Cholera, a severe bacterial infection, affects the intestines, causing bouts of watery diarrhea, heaving, circulatory distress, and shock. Anyone can contract cholera, the exception being nursing infants. But there are particular contributors that can predispose people to the illness:
Malnutrition. People who are starving have a propensity to catching cholera. The illness takes hold in places where survivors of war or natural disasters live. Or in communities that suffer famine.
Low levels of stomach acid. Inadequate levels of stomach acid create an environment for cholera bacteria to flourish in. Age groups that have low-acidity markers are children and aged people. Gastric surgery survivors and antacid takers, suffering from ulcers, are also prone to getting cholera.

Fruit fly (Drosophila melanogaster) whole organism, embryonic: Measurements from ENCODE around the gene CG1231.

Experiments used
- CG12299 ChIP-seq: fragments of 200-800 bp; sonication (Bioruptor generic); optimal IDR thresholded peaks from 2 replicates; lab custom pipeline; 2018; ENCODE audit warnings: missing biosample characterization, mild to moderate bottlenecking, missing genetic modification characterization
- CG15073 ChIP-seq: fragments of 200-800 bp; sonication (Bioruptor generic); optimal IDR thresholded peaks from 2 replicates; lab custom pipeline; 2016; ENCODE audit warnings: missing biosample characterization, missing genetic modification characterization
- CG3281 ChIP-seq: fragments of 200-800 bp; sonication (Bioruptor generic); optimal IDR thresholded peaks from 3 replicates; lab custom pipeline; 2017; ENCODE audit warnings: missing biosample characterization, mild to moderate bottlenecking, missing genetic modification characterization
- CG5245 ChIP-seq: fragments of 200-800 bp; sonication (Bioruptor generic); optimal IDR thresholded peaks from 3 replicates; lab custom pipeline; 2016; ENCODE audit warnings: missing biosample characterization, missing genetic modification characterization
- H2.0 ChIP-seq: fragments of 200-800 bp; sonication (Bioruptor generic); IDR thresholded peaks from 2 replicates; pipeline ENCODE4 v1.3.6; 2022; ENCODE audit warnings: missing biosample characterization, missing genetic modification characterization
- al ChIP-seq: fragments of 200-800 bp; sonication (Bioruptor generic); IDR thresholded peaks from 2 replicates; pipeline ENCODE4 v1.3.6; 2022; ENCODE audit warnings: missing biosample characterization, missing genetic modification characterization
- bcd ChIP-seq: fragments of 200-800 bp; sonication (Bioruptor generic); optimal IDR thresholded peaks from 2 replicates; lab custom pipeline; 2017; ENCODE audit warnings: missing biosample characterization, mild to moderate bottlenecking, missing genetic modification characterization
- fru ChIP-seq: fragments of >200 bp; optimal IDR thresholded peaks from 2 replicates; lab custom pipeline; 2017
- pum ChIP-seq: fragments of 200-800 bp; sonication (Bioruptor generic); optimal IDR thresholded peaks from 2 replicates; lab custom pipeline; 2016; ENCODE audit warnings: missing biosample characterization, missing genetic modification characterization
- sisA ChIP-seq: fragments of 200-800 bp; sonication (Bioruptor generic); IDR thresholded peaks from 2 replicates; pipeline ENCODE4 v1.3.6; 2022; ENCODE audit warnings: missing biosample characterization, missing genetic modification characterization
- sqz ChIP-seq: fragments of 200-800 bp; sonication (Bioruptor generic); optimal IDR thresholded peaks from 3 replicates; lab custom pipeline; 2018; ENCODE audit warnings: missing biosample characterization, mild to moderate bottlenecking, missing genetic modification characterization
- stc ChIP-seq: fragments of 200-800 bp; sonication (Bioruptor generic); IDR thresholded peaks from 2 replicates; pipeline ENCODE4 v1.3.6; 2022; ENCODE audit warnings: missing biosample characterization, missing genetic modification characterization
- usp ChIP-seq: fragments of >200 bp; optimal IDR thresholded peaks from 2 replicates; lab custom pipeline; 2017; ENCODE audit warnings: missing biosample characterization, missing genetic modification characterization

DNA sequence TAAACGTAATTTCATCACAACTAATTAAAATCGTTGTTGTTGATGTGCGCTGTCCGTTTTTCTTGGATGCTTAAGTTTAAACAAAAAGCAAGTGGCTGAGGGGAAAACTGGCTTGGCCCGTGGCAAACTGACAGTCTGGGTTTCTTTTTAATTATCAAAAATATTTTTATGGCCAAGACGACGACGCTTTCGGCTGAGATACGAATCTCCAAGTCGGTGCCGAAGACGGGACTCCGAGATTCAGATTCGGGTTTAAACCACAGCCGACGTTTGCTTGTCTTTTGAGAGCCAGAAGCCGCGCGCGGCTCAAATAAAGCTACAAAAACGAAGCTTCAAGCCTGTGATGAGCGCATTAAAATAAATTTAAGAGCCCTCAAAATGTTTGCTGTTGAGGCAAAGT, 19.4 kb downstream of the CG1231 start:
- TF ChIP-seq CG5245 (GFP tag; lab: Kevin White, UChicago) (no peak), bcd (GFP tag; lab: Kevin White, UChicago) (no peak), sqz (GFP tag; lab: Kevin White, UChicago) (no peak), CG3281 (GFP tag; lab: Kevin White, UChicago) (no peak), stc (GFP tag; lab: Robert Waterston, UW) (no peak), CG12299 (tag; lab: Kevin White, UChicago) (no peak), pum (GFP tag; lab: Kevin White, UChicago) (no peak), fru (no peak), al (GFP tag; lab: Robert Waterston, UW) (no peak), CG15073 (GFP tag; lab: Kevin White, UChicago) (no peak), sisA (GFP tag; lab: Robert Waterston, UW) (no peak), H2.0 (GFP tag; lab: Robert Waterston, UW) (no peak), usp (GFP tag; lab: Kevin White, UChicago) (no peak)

Cholera, a potentially fatal disease in some cases affects the intestinal tract. Some forms of cholera are symptom-less, or exhibit only moderate signs of the illness. The onset of cholera symptoms happens within a 24- to 48-hour period. Typical signs of having contracted cholera include diarrhea, vomiting, and muscle cramps. In moderate cases, normally healthy people experience spontaneous and extreme amounts of watery diarrhea between one and five days of consuming food containing the Vibrio cholerae bacterium.
In extreme cases of cholera, which afflicts one out of twenty people, diarrhea is accompanied by vomiting and muscle cramps. These symptoms come on quickly, and excessive loss of body fluids caused by diarrhea will bring on dehydration. Dehydration may lead to shock. If this extreme form of cholera is left untreated, a person can die within a few short hours.
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